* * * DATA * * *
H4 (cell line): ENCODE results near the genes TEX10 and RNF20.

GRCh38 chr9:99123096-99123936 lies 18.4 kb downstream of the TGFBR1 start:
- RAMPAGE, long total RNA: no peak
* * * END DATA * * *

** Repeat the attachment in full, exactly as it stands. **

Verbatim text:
H4 (cell line): ENCODE results near the genes TEX10 and RNF20.

GRCh38 chr9:99123096-99123936 lies 18.4 kb downstream of the TGFBR1 start:
- RAMPAGE, long total RNA: no peak